It was founded in the mid-19th century by pioneers (many of Irish extraction) who hewed the forest to clear land for farming.
It originally was called St. John’s, after St. John’s Mission, a church built in 1868.
Today it’s called the Barberton area, a district of rolling land dotted with small farms, residences and a sprinkling of small businesses.
The boundaries of Barberton are open to interpretation, but old maps indicate the pioneer community lay roughly between Northeast 78th Street on the south, Northeast 119th Street on the north, Northeast 50th Avenue on the west and Northeast 87th Avenue on the east.
According to historical accounts, Barberton was named after its first postmaster, a man named Barber. It is not clear whether his first name was Milo, Edwin or Leon, since different sources list different first names.
The Barberton post office was located just south of the present Barberton Grange Hall. The post office was closed in 1903 when rural free delivery was extended from Vancouver.
The earliest pioneers are believed to be Mr. and Mrs. Thomas Thornton, who arrived about 1848. The Thorntons donated land for St. John’s School, which opened in June 1872 and which later became the Barberton school.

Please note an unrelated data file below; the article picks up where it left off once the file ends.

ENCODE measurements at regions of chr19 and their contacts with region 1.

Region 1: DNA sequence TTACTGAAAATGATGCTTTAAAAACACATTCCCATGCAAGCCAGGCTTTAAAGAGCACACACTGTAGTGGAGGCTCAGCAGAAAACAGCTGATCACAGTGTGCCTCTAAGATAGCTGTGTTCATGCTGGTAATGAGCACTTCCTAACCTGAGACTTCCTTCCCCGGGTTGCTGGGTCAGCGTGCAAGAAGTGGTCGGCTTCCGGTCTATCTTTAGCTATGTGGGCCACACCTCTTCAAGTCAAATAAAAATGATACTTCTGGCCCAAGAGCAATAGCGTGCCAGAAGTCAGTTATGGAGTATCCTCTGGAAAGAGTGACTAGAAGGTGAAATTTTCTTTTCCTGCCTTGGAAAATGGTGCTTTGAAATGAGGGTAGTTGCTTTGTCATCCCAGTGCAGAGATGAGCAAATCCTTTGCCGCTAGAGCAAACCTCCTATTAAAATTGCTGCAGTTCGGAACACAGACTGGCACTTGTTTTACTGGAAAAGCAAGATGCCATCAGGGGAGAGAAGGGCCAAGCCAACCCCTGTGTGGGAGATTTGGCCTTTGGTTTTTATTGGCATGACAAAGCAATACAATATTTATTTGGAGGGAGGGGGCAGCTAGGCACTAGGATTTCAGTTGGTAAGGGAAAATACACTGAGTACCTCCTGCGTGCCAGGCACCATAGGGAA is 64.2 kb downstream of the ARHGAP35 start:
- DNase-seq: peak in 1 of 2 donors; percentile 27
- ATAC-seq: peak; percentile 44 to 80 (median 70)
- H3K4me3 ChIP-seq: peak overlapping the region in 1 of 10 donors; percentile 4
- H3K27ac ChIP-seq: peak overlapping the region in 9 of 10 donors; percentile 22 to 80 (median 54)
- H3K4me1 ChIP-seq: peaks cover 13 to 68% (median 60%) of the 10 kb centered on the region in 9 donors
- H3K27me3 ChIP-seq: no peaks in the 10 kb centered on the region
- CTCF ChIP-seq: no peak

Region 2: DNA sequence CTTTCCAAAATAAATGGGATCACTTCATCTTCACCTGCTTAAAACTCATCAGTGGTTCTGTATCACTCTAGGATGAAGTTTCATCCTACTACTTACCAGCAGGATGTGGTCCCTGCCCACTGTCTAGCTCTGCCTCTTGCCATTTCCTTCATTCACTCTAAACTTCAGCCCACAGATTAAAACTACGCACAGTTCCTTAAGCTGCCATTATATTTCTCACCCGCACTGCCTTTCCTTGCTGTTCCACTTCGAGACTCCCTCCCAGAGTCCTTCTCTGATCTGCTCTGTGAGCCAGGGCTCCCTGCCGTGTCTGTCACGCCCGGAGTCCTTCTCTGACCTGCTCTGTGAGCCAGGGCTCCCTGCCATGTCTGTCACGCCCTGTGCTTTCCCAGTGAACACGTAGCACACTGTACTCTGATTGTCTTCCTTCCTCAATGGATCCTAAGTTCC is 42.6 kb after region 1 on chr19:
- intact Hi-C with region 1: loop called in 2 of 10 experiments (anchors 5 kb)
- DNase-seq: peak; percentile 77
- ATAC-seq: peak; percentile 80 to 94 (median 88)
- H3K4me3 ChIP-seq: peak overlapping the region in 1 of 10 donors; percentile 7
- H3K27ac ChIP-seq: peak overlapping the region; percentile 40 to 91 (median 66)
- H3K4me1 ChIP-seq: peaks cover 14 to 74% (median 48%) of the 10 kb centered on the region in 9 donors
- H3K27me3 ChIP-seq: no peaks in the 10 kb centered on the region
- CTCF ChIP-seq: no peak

St. John’s Road, which offers access to the area from the Rosemere district of Vancouver, was the pioneer route to the Barberton area.
The Barberton School District was merged with the Battle Ground district in 1955 and the school was closed.
A Barberton station sign where the Longview, Portland and Northern railroad track crosses Northeast 72nd Avenue is about the only reminder left of the community that ranks among the earliest in Clark County.
Joseph LaLonde, 19916 N.E. 50th Ave., is a longtime resident, who remembers many of the pioneer families – the Thorntons, Curtins, Donovans, Healys and McCarthys.
“Not many of those old families are around here any more,” LaLonde said.
He said there have been a few housing developments in the Barberton area, but not nearly the development seen elsewhere in Clark County.
But there are changes, he added. “At one time it was all farms,” he said. “Now no one out here makes a living at farming any more.”
Update: April 2002 From Clarence LaLonde, who wrote to tell me the name of the postmaster was Milo Barber and the Post Office was North of the Grange hall by the railroad tracks. His father Clarence, 1885 and his uncle, Joe LaLonde, 1892, were born in Stanford Nebraska. The family came to Vancouver in 1904 and farmed in the area of LaLonde Drive extension of NE 99th.